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Embrace digital to crack Chinese market

A failure to understand how to utilise the digital space when targeting Chinese students can have a detrimental impact on recruitment efforts, a panel has said.
August 3 2020
4 Min Read

External agencies can be an invaluable resource for institutions looking to create China-ready marketing plans, according to industry experts. But a failure to understand how to utilise the digital space when targeting Chinese students can have a detrimental impact on recruitment efforts.

In a PIE webinar centred around successful brand building in China, delegates heard from panellists in the UK, Australia and China to learn more about what international students are thinking about their future study plans, and what effective engagement within the Chinese market looks like.

“It’s not just that the younger generation [in China], everyone has embraced digital”

Nicolas Chu, CEO of software as a service company Sinorbis, said that as a result of the Covid-19 crisis more and more institutions are realising that it is crucial to engage prospective Chinese students via digital channels, but that there can be lack of understanding about how to do so successfully.

“This is because having a website that is visible in China is very complicated due to the great firewall, and you don’t have Facebook, you don’t have Google – you have to go through different channels such as WeChat and Weibo.”

He added that simply having a Chinese version of a website is not enough: “A university on the East Coast in the US was telling me recently, ‘we used to have a Chinese version of our website and we decided to stop because no one was visiting it’.

“But looking at the data, I realised the main reason was that it was taking four minutes to load in China.

“And it’s not just that the younger generation [in China], everyone has embraced digital, you do everything through mobile there and the technology changes incredibly fast,” Chu added.

He explained that while it depends on a university’s overall recruitment strategy, having representation in China is an essential consideration for those looking to boost their Chinese student numbers.

“If you don’t have representation on the ground, I think it is important to have people who speak Chinese to engage not only with the students but with the parents who are big influences in the decision-making process,” Chu added.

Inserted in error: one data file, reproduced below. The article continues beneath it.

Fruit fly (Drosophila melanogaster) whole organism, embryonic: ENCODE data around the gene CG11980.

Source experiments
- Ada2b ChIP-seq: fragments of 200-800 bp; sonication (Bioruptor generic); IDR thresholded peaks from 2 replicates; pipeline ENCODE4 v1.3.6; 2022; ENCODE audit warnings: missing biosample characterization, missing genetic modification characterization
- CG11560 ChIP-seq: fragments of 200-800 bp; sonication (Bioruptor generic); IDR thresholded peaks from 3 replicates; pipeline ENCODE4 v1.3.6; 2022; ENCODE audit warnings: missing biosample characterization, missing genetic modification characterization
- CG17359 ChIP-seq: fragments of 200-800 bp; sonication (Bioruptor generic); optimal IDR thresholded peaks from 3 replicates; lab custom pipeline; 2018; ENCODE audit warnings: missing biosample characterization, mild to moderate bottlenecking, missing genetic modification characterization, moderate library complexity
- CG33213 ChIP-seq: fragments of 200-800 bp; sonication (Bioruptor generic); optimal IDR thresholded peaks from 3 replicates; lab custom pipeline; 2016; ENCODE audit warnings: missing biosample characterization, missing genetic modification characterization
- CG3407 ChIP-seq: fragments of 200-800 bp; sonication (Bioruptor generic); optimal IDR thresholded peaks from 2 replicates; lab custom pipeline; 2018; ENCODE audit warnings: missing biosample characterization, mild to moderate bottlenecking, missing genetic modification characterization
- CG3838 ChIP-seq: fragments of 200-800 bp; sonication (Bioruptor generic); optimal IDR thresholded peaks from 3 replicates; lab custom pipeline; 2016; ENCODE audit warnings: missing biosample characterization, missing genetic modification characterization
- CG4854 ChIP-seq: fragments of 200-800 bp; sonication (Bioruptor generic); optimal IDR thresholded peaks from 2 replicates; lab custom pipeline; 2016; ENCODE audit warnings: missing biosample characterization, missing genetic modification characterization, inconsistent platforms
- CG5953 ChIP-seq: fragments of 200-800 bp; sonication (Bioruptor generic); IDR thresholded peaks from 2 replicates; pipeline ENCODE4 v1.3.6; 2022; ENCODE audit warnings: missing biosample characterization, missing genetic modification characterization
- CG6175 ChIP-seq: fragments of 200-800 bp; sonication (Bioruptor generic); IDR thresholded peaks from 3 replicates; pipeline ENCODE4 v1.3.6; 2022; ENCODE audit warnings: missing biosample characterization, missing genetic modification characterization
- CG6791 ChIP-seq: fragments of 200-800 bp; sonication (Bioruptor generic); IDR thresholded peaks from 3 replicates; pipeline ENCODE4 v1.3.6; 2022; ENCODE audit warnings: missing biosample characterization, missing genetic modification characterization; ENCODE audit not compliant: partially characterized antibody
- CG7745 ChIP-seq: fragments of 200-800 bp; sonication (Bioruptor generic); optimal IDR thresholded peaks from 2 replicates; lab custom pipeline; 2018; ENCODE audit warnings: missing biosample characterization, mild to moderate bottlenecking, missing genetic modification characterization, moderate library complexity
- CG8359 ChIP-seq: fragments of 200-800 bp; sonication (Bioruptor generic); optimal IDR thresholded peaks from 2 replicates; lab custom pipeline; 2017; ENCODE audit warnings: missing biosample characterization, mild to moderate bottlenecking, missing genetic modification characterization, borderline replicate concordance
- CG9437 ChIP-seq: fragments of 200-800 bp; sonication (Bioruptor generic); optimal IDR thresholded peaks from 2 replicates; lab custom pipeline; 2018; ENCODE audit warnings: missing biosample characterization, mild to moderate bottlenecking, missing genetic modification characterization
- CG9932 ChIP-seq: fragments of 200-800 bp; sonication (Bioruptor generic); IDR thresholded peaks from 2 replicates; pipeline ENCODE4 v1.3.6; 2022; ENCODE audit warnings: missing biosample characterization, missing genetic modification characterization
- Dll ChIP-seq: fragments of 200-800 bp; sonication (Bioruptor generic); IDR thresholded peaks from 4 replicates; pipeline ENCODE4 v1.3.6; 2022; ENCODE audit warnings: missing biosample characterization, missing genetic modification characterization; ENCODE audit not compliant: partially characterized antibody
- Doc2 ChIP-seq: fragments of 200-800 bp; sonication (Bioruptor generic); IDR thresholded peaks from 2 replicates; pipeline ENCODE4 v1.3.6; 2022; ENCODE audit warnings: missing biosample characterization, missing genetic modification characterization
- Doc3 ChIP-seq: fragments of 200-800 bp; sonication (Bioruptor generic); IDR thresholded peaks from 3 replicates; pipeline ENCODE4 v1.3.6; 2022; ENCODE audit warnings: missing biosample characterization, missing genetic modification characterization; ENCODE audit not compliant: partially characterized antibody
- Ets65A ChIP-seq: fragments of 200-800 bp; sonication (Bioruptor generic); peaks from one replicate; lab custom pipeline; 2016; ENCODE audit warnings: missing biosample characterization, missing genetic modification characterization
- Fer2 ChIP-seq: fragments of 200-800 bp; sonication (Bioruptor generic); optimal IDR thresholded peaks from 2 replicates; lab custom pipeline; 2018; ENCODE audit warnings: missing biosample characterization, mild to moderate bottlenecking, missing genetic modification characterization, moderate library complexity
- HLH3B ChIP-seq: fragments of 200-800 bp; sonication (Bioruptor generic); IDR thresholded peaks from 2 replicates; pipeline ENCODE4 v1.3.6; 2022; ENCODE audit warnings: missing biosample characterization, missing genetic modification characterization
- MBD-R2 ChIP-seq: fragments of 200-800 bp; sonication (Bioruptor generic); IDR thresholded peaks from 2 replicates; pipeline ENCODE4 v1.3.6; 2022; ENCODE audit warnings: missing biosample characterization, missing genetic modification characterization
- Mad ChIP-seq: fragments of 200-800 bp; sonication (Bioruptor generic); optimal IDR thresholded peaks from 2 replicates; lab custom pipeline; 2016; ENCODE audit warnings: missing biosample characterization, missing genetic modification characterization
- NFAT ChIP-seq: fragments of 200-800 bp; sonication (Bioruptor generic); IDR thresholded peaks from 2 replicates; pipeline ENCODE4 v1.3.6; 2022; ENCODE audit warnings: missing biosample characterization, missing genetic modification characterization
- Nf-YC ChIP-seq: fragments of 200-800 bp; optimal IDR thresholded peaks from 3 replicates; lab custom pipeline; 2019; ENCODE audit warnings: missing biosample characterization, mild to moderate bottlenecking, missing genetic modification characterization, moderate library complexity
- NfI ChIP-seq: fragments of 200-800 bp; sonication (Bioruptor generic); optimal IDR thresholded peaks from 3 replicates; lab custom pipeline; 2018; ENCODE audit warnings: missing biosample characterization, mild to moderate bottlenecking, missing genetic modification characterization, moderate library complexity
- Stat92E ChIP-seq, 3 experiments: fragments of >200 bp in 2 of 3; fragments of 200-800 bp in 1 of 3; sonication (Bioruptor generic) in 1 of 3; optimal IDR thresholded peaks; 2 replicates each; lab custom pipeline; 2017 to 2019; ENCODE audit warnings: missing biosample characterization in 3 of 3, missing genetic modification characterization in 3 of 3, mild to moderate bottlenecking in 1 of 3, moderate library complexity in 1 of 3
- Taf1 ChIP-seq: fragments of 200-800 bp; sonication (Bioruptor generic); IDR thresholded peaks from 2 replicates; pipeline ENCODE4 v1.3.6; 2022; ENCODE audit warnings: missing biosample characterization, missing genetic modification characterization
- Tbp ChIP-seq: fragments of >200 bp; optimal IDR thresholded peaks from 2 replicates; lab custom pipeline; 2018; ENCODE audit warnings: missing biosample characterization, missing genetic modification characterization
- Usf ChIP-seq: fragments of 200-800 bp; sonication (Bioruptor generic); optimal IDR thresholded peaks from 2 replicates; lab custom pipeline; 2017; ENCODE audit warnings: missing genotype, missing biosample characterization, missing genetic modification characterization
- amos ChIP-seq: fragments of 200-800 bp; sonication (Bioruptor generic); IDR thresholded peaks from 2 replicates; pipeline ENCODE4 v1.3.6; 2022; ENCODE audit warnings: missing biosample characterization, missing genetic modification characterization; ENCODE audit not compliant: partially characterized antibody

For the University of Portsmouth in the UK which has a representative team in Shanghai that works with a network of agents, having that local presence has been key to strategising, explained Bobby Mehta, director of UoP Global.

“Being able to provide local support in the local language and in the local timezone has really been key,” said Mehta.

“The team can provide us with information and feedback about what is happing, they’re having that local engagement, and they’re using all the correct social media channels.”

However, added Mehta, “we weren’t necessarily able to support them to do that from the UK, so we work with external agencies to help us to do that”.

Mehta added that sometimes an institution doesn’t need the benefit of having a Mandarin speaker on the ground: “Sometimes if you have a good agency network, if you have good relationships with companies like [Sinorbis] you can actually manage to do things completely remotely.”

Chu added that Sinorbis can help partner institutions develop a substantial social media presence in China.

I would say that 25% of our clients will do everything by themselves because they have teams on the ground.

“Half of our clients will ask us to set up things such as WeChat offshore accounts and websites, and then they would take over and manage, and 25% will give everything over to us.”

As a growing number of global institutions fight for a slice of the Chinese student market, Matt Durnin global head of Insights and Consultancy at the British Council, said the “black swan event” that we are currently experiencing due to Covid-19 might accelerate change in China’s outbound mobility.

“We’ve seen this repeated double-digit annual growth, and eventually, we have to hit the ceiling,” he explained.

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Durnin added that while there has been a relatively low intention on the part of Chinese students to cancel study abroad: “what we do see in China is a very large number of students sitting on the fence – around 39%”, he explained.

For those institutions looking to break into the Chinese market, Mehta said he believes there are lots of opportunities for any level of education in China.

It’s not an easy landscape to navigate and it doesn’t always provide the returns”

“What I would say is you need to identify the right partners in China to work with because you probably wouldn’t be able to do it as a single entity from the UK,” he added.

“It’s not an easy landscape to navigate, and it doesn’t always provide the returns – just tread carefully.”

But first and foremost an institution needs to have its foundations right, noted Chu. “And in the digital space, that would be having something that works and something that is visible in China.”

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